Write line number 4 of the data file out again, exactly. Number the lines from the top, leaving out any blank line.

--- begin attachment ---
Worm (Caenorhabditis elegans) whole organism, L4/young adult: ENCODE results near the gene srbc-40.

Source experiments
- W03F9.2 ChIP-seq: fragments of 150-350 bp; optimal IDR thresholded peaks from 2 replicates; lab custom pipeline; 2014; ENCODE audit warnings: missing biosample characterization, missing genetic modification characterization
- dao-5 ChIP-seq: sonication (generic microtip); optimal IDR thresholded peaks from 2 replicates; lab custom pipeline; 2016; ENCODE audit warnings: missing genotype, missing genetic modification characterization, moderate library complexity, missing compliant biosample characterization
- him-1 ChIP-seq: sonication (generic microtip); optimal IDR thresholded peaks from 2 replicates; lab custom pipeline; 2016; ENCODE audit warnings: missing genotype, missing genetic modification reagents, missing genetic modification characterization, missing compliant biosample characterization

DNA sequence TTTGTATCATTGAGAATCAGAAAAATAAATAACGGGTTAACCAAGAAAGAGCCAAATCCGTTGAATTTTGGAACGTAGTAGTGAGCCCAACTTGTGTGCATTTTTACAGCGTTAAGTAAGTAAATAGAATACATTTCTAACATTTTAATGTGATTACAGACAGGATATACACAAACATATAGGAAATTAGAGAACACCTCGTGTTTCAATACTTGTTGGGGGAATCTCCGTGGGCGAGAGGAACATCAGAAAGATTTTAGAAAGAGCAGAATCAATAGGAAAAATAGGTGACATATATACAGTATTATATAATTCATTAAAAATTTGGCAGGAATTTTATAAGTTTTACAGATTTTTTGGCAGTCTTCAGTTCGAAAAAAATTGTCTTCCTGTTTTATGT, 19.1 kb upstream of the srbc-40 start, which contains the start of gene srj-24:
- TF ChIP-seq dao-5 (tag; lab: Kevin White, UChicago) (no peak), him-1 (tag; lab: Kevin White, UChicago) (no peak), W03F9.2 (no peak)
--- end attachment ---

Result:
- dao-5 ChIP-seq: sonication (generic microtip); optimal IDR thresholded peaks from 2 replicates; lab custom pipeline; 2016; ENCODE audit warnings: missing genotype, missing genetic modification characterization, moderate library complexity, missing compliant biosample characterization